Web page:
Seizures in our Pets
A seizure in a pet can be extremely distressful to witness; often they occur with no obvious cause and resolve spontaneously. The animal may have no signs or symptoms between each episode to help determine what is wrong.
It is important to determine whether what is occurring is actually a seizure. Episodes of fainting, choking and disorientation can all look like seizures. A true seizure is often accompanied by a loss of consciousness and involuntary paddling, biting and vocalization. It cannot be interrupted or stopped by stimulating the pet to regain consciousness. Often the seizure will be preceded by what is termed the prodromal phase. This period can last anywhere from several hours to a few days during which the animal’s behavior may be abnormal. They may show signs of fear or anxiety and attempt to hide or seek comfort from the owner. Following the seizure the animal may act lethargic, nauseous and disoriented. Most seizures last less than a minute and cause no residual harm unless they are allowed to continue for too long.
There are several different types of seizures: generalized seizures involve the entire body and are accompanied by a loss of consciousness. Focal seizures may involve the face or only one side of the body. They can be manifested as facial twitching, “fly-biting”, tail chasing or paresis and clumsiness of only one side of the body. A focal seizure can progress to a generalized seizure. Status epilepticus is a seizure which lasts more than 10-15 minutes. In these cases, immediate veterinary care is necessary to stop the seizure and prevent permanent damage.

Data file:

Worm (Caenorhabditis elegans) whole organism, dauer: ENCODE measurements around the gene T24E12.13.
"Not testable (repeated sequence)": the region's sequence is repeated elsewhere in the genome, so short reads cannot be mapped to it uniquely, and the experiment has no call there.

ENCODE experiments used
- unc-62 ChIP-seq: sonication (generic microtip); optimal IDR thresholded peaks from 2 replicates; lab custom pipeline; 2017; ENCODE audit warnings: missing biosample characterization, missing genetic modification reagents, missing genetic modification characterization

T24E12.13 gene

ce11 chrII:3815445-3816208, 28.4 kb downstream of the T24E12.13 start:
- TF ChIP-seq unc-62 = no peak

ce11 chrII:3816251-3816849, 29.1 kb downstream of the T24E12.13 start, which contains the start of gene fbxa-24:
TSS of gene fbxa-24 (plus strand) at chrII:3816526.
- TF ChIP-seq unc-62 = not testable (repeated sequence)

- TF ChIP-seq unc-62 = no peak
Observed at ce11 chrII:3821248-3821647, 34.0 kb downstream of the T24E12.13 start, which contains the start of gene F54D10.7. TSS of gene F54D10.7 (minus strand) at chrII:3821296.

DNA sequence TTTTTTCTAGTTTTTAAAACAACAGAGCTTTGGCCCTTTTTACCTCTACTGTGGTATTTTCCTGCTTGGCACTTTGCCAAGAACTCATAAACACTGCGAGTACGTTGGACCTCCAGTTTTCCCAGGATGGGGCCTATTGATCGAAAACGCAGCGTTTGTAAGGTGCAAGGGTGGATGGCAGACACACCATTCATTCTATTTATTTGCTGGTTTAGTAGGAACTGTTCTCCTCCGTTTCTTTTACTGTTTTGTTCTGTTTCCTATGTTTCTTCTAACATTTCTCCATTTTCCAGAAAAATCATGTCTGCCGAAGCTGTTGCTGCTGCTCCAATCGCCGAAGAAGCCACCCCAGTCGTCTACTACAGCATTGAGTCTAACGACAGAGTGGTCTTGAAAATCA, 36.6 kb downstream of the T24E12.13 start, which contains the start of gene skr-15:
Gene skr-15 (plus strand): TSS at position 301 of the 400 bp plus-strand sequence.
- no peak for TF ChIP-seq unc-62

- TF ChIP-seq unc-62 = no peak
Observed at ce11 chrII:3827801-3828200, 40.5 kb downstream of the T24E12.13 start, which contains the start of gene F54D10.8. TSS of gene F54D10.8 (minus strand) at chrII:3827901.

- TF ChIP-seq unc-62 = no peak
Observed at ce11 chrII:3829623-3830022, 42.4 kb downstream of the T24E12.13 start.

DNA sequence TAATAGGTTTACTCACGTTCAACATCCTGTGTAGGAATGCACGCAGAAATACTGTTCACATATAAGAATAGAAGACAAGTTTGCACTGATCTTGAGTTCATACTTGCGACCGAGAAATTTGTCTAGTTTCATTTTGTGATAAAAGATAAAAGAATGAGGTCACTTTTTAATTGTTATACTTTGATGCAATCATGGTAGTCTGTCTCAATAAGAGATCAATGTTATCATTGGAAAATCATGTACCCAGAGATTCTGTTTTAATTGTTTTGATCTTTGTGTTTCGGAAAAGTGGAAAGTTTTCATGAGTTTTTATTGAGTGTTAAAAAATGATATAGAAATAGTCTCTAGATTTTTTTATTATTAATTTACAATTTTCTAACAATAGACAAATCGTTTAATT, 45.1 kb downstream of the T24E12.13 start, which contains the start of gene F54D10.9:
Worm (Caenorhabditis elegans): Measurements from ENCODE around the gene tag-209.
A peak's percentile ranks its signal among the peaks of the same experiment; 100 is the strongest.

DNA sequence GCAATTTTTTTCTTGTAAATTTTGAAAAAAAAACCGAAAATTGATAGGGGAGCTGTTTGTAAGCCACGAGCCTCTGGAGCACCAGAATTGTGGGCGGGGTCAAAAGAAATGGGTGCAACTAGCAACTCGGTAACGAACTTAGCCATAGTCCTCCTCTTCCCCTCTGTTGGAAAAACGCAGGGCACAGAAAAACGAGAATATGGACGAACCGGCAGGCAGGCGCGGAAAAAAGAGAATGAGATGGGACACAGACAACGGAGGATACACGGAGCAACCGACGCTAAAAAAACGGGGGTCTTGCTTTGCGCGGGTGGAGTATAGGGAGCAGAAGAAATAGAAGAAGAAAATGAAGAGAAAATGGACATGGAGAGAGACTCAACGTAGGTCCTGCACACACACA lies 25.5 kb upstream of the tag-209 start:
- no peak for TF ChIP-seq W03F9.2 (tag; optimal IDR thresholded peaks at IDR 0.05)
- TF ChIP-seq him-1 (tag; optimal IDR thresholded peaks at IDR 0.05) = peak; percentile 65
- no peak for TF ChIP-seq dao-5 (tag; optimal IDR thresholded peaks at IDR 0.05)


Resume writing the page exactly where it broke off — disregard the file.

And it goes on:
The causes of seizures are numerous and include infection, cancer, toxins, and metabolic derangements. When no underlying reason for the seizures can be determined by diagnostics the cause is usually idiopathic epilepsy. This condition is a functional disorder of the brain in which neuronal conduction is altered. It is not always necessary to treat for periodic seizures. However, if the seizures occur more than 4-6 times in a 6 month period or if they start to last longer then diagnostics and medical treatment is in order.
If you suspect that your pet is having seizures then it can be helpful to videotape the episode for your veterinarian. In the event of a seizure, do not attempt to stop it or restrain your pet. It is not possible for a pet to swallow their own tongue; it is possible however, to be bitten by a seizuring pet. Do not, under any circumstances, put your hand or any other object in the pet’s mouth to prevent this. Contact your veterinarian if you have any concerns, he or she can help you to determine the underlying cause and if treatment is necessary or beneficial for your pet.